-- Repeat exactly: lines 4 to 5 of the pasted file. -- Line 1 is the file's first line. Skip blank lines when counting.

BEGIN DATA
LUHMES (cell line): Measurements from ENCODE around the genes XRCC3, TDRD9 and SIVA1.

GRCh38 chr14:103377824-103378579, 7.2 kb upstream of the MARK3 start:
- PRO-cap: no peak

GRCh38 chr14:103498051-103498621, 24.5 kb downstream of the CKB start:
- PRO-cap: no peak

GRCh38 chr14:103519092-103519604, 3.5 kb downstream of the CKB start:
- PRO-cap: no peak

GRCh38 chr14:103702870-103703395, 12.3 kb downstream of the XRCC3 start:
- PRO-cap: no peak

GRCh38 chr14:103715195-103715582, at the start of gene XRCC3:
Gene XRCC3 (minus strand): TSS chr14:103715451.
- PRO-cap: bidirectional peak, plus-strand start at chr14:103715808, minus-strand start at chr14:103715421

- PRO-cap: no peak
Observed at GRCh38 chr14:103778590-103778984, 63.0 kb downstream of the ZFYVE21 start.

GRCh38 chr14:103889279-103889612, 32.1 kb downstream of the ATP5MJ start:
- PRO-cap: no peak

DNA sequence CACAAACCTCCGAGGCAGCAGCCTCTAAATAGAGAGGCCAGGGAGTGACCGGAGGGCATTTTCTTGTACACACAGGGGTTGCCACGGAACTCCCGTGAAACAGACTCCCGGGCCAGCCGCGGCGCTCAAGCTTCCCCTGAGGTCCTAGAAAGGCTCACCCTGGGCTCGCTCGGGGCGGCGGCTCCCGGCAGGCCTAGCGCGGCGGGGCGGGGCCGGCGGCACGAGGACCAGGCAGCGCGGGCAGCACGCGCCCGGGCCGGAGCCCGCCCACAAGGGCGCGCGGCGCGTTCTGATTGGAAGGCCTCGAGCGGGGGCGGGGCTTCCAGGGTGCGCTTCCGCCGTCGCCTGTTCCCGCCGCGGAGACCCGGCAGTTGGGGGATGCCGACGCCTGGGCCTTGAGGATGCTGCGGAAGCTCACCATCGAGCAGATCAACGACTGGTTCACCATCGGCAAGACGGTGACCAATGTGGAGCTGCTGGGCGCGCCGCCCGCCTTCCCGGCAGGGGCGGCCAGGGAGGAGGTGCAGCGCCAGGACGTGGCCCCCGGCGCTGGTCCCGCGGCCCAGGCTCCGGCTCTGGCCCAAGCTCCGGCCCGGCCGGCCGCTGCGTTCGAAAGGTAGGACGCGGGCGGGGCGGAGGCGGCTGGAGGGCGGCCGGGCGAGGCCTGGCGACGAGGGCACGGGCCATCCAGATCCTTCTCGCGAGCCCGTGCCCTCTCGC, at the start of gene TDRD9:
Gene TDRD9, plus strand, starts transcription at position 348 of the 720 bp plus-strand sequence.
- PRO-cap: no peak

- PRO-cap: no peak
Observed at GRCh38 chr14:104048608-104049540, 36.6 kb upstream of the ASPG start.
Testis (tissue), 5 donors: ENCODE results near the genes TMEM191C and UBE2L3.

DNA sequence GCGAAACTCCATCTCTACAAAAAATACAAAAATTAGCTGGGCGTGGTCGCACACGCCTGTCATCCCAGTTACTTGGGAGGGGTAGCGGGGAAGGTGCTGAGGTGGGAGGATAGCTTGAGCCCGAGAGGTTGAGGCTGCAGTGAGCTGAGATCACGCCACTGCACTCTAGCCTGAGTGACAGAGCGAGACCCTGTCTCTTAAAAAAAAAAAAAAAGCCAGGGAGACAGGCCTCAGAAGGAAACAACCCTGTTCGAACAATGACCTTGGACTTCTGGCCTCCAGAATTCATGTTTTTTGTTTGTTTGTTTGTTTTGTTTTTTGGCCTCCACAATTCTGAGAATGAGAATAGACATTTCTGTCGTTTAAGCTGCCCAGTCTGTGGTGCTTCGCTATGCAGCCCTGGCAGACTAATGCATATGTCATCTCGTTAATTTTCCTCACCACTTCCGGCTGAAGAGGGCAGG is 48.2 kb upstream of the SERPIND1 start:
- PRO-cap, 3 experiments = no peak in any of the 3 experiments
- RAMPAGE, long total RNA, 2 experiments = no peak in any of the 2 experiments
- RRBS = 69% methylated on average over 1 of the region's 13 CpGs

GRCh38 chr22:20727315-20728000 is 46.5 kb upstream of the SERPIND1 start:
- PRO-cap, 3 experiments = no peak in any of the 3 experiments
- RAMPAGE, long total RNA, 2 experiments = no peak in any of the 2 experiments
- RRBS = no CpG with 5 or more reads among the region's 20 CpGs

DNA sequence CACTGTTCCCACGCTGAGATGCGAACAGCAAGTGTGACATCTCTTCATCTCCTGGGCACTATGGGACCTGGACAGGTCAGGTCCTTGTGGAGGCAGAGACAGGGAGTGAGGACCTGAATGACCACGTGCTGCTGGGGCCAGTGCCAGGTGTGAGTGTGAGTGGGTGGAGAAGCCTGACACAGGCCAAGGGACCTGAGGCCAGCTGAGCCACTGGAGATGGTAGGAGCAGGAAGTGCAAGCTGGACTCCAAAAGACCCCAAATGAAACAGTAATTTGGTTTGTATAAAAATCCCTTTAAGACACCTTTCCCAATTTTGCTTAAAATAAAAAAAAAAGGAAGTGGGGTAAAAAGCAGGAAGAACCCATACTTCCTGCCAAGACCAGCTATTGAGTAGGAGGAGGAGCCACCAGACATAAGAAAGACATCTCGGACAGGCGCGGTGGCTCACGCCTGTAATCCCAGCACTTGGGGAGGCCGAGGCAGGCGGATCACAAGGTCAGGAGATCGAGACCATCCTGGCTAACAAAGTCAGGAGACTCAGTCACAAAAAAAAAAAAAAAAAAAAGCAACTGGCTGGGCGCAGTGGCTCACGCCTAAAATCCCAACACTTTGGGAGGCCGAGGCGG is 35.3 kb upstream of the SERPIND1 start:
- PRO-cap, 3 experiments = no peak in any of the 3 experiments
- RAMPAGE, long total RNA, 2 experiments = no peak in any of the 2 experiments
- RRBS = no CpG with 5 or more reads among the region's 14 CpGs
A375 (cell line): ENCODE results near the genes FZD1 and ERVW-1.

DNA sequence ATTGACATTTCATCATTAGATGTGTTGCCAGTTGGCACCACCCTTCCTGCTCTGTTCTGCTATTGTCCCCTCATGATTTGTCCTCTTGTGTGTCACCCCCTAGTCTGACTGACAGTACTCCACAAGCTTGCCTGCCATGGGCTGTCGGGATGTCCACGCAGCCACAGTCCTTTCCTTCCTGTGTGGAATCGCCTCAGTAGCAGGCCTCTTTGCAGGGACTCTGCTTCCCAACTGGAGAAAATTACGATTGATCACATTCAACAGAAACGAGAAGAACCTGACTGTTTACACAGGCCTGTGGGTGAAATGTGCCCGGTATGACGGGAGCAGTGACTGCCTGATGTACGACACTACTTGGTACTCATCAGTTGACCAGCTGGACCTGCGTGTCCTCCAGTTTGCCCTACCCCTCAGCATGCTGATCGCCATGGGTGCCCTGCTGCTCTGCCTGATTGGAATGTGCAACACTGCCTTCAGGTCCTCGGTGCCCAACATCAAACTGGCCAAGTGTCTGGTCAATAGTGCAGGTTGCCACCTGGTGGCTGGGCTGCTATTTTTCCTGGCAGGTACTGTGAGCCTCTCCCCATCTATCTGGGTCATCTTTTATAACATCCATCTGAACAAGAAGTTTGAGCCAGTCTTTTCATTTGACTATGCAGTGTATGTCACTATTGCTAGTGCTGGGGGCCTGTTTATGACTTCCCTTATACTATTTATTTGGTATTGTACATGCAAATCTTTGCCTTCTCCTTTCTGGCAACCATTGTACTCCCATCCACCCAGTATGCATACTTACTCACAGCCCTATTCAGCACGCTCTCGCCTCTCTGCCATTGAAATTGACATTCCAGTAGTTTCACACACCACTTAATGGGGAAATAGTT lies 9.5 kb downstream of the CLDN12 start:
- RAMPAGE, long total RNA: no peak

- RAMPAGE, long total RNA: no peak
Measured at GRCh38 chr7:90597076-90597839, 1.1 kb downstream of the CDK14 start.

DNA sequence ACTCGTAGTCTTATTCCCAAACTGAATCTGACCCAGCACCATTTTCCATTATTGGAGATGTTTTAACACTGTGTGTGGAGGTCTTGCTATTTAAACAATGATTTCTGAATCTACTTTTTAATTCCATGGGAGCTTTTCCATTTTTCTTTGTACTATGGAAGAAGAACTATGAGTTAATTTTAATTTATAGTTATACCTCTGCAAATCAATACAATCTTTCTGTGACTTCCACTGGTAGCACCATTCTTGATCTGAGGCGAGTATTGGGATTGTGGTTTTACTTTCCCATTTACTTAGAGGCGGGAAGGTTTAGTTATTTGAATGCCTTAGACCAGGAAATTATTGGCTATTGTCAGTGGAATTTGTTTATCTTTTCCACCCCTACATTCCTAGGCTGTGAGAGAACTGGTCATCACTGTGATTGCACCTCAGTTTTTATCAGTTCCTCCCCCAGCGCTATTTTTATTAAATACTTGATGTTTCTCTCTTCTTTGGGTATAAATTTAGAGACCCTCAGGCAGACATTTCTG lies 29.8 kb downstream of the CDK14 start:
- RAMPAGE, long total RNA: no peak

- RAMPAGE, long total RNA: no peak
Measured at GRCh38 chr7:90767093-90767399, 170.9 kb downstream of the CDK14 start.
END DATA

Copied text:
GRCh38 chr14:103498051-103498621, 24.5 kb downstream of the CKB start:
- PRO-cap: no peak